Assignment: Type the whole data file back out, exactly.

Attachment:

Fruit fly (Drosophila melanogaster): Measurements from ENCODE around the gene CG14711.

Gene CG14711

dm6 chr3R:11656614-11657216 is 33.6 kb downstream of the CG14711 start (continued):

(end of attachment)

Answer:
Fruit fly (Drosophila melanogaster): Measurements from ENCODE around the gene CG14711.

Gene CG14711

dm6 chr3R:11656614-11657216 is 33.6 kb downstream of the CG14711 start (continued):